- Usually bowels.the intestine.
- a part of the intestine.
- the inward or interior parts: the bowels of the earth.
- Archaic.feelings of pity or compassion.
verb (used with object), bow·eled, bow·el·ing or (especially British) bow·elled, bow·el·ling.
- bowditch's law,
- bowditch, nathaniel,
- bowel bypass,
- bowel bypass syndrome,
- bowel movement,
- bowell, sir mackenzie
Origin of bowel
Examples from the Web for bowels
The last body finally was recovered from the bowels of the ship in October.The Costa Concordia’s Randy Reckless Captain Takes the Stand|Barbie Latza Nadeau|December 2, 2014|DAILY BEAST
The one woman since Rivers to find success in late-night, Chelsea Handler on the bowels of cable on the E!Joan Rivers's Trailblazing, Troubled, and Complicated Role in Late-Night TV|Kevin Fallon|September 5, 2014|DAILY BEAST
In my dreams he was a sensual man who also had a hard time moving his bowels.Making Lincoln Sexy: Jerome Charyn’s Fictional President|Tom LeClair|March 6, 2014|DAILY BEAST
The bacteria in the bowels of livestock are influenced by the antibiotics gobbled up.
I felt I had to tread carefully because the man, were he alive, would not appreciate a discussion of his bowels.
Her bowels moved infrequently and she always needed laxatives.The Nervous Housewife|Abraham Myerson
It is most frequently caused, however, in childhood by some disturbance in the stomach or bowels.The Eugenic Marriage, Volume IV. (of IV.)|Grant Hague
Cancer of the liver in some instances does, and in others does not, produce dropsy of the bowels.
I had been in this hell-on-earth for fifteen days without any secretion from the bowels.The Memoires of Casanova, Complete|Jacques Casanova de Seingalt
It possesses the advantage of exercising but little irritant effect upon the bowels.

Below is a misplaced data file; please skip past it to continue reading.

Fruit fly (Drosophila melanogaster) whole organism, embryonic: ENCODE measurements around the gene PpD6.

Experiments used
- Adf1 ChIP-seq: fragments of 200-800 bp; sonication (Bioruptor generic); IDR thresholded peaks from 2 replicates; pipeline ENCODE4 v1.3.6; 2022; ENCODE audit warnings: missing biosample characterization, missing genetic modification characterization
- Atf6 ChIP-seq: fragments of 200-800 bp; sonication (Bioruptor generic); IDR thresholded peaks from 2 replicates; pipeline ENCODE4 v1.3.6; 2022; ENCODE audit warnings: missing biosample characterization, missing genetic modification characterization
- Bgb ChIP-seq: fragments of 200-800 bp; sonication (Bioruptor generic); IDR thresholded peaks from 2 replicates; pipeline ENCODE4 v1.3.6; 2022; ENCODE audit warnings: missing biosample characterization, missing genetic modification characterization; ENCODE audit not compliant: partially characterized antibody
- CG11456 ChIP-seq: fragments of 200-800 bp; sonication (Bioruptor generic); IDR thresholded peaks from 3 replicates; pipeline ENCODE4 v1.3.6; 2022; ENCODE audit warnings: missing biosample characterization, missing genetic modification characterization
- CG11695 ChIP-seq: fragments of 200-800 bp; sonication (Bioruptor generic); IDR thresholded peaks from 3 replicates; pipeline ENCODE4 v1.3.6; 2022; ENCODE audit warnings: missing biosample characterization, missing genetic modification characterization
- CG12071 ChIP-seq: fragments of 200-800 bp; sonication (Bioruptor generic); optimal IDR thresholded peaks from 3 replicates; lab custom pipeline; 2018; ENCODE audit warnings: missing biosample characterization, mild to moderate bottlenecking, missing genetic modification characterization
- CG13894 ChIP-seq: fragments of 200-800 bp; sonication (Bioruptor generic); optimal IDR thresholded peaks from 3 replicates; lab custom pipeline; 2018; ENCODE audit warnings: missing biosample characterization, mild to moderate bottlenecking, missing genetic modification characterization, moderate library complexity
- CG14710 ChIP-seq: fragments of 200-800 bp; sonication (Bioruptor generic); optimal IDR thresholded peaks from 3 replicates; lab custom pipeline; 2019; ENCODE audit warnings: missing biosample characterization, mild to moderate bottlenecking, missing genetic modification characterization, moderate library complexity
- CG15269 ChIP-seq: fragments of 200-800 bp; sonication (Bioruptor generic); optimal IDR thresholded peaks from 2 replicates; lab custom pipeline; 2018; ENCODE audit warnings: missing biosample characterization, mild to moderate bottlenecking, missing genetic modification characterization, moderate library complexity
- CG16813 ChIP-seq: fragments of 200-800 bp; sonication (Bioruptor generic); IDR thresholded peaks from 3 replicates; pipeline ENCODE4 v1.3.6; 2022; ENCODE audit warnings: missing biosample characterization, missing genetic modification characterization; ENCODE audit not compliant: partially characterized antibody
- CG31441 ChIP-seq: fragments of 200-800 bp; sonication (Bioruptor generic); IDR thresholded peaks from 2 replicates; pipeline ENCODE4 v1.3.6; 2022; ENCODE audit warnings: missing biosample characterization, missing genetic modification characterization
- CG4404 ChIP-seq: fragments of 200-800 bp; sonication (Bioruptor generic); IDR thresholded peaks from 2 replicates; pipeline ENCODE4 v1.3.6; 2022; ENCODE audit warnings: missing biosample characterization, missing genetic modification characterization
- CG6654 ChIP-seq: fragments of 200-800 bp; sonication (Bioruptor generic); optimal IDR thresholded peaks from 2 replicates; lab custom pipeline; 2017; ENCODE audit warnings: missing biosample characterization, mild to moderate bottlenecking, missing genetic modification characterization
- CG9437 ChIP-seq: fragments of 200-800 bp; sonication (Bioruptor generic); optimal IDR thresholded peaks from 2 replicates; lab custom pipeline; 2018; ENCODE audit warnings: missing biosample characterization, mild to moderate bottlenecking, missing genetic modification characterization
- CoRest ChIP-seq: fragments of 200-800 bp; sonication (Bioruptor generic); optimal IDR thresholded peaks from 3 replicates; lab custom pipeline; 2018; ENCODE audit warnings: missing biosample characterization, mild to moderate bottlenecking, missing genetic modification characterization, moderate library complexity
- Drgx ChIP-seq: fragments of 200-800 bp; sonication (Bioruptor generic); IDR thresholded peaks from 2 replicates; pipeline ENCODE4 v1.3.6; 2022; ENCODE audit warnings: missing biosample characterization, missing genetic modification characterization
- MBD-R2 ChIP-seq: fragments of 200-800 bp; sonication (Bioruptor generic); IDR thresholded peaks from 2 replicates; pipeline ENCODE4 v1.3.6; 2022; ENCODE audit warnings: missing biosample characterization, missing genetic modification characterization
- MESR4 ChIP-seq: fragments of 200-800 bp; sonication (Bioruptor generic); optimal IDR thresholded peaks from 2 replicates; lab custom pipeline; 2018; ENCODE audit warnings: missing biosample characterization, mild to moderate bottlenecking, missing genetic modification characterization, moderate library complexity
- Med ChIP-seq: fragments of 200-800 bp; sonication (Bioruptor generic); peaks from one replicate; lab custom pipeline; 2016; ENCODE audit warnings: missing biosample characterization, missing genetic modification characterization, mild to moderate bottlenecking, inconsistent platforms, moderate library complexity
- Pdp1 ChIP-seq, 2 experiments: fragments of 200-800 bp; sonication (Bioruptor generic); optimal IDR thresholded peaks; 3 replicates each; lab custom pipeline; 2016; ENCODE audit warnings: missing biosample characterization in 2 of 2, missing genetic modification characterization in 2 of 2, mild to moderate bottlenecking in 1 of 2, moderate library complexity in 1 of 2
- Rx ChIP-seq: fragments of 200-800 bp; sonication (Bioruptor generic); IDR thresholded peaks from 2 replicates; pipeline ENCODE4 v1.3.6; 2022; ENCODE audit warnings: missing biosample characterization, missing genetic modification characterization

Word Origin for bowel
c.1300, from Old French boele "intestines, bowels, innards" (12c., Modern French boyau), from Medieval Latin botellus "small intestine," originally "sausage," diminutive of botulus "sausage," a word borrowed from Oscan-Umbrian, from PIE *gwet-/*geut- "intestine" (cf. Latin guttur "throat," Old English cwið, Gothic qiþus "belly, womb," German kutteln "guts, chitterlings").
Greek splankhnon (from the same PIE root as spleen) was a word for the principal internal organs, which also were felt in ancient times to be the seat of various emotions. Greek poets, from Aeschylus down, regarded the bowels as the seat of the more violent passions such as anger and love, but by the Hebrews they were seen as the seat of tender affections, especially kindness, benevolence, and compassion. Splankhnon was used in Septuagint to translate a Hebrew word, and from thence early Bibles in English rendered it in its literal sense as bowels, which thus acquired in English a secondary meaning of "pity, compassion" (late 14c.). But in later editions the word often was translated as heart. Bowel movement is attested by 1874.